As la Warre had only been Lord of Swineshead for one year at this point it has to be considered whether his trust in William could have been based on an earlier association with him.  See Was There a Previous Connection Between William Bolle and John La Warre?

 

 

In the 1300’s abbeys were run as businesses often with a son of the founding family or another leading local family as the Abbot.  Faith was a strong driving force and the church was seen as being able to influence the future of the soul after death.  Gifts of land and other assets to the church often followed an inheritance for the sake of prayers for their ancestor’s souls.  Those grants are very helpful to establish the lines and dates of descent at least in the better-off landholding families.  Well run abbeys were skilled at developing those donated lands, building manors on donated land to lease and running their own farm operations with donated labor coming from their parish. In the 1320’s John the carpenter, son of Thomas Bolle of Algarkirk, gave Crowland Abbey an acre of sea-marsh lying between the sea-marsh of John Bolle and Foscedyke towards the east and John the Carpenter’s land toward the west, the south abutting on the sea-marsh of the Abbot of Crowland and the north on the sea-dyke.  Ref. (Spalding Gentlemen’s Society, Wrest Park Cartulary, f. 132, no. 12)

 

The list of tenants of Thomas of Multone, Lord of Fleet (sons Alan and Lambert de Multone and Thomas de Lucy) in 1315 includes a Simon Bolle.  Ref.

Land between the messuage of Simon son of Gilbert and the church and between the bank and Westgate:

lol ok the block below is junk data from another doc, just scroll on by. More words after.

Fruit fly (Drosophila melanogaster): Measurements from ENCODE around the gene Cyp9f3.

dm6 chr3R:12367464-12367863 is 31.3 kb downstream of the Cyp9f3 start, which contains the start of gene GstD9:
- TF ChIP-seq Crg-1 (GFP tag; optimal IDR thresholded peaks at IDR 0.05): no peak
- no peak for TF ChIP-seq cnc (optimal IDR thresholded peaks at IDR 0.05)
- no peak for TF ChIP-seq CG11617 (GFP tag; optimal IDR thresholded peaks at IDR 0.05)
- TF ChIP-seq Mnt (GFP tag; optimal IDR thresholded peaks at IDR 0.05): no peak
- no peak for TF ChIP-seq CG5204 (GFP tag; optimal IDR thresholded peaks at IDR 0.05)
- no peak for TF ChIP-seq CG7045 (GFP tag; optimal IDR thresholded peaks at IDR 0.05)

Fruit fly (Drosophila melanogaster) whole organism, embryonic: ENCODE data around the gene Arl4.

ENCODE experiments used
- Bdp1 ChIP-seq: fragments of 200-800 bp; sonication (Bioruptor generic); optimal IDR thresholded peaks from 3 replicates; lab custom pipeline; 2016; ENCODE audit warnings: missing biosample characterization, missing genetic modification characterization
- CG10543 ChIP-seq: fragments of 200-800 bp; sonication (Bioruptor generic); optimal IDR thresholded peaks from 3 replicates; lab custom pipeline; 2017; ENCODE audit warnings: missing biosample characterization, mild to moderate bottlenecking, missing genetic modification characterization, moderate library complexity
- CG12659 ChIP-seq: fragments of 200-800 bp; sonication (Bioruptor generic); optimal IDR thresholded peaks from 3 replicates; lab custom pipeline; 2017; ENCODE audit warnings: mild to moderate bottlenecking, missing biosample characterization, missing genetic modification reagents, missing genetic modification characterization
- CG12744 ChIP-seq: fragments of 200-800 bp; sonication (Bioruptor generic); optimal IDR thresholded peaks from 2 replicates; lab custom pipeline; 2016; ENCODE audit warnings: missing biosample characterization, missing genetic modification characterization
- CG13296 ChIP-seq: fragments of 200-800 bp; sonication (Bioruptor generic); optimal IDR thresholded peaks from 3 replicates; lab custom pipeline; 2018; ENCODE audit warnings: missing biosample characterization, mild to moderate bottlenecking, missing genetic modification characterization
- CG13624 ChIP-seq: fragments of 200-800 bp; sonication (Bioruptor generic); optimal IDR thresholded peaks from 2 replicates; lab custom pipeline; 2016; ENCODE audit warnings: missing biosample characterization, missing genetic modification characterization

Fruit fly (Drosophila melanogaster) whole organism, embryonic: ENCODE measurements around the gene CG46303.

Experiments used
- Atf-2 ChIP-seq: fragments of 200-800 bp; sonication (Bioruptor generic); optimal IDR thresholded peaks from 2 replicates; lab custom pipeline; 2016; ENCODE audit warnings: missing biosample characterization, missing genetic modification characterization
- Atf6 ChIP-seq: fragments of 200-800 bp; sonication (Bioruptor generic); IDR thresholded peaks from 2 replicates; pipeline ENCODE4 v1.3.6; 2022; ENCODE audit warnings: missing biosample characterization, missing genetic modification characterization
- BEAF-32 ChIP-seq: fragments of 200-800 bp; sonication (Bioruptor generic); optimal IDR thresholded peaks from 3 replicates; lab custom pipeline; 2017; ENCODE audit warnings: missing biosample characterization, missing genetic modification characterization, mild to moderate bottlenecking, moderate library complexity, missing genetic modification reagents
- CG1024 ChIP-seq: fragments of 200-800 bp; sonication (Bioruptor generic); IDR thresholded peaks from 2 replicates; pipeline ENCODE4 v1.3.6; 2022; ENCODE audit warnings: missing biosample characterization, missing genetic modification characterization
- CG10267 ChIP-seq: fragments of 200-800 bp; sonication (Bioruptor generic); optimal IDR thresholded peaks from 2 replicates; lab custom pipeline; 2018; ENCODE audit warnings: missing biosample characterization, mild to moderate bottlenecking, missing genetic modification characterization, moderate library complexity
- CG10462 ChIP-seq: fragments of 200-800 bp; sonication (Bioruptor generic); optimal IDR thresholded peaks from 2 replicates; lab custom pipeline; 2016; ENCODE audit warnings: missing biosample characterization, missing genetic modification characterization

Richard son of Roger atte Green the plot of Simon Bolle and returns per year 18d and 3 days of boon work


On page 150 there is a summary of boon work days owed annually to the Manor of Fleet which has Ro(ger) son of Asceline on Simon Bolle’s plot owing the 3 days.

The land in the Fells south of Swineshead was very swampy but the landowners and church leaders built dikes and drainage canals to reclaim the swamps as very valuable meadow land.  Then began a period of competition for these lands as ages old grants were studied to see just what rights may have been retained when their families made grants to the abbeys in the past.  Claims and counter-claims were regularly made as the various factions argued over their rights to these valuable meadows.  As the king rarely ruled on church matters (until Henry VIII’s time) they sometimes escalated into armed encounters.

 

The abbot of Crowland Abbey, which had originally founded Spalding Priory, attempted to supplant the Abbot of Spalding’s use of church land within the manors for which Crowland still held the charters but that was met with resistance and an offensive onto his own lands.  In July 1329 he complained to the king that Walter, the prior of Spalding, with his men of Spalding and Moulton, including Alan of Multon, Thomas de Fleet of Holbech, John Bolle of Whaplode, William son of John of the same (so William Bolle?) and an Alan Bolle (of Moulton), had cut down the beams supporting his dikes protecting his abbey and crop lands had been flooded, they had also extorted tolls from persons coming to the Crowland fair and assaulted the officers he had appointed to collect those tolls within his own manors of Spalding, Holbech, Whaplode and Sutton.  Ref. (Patent Rolls of Edward III)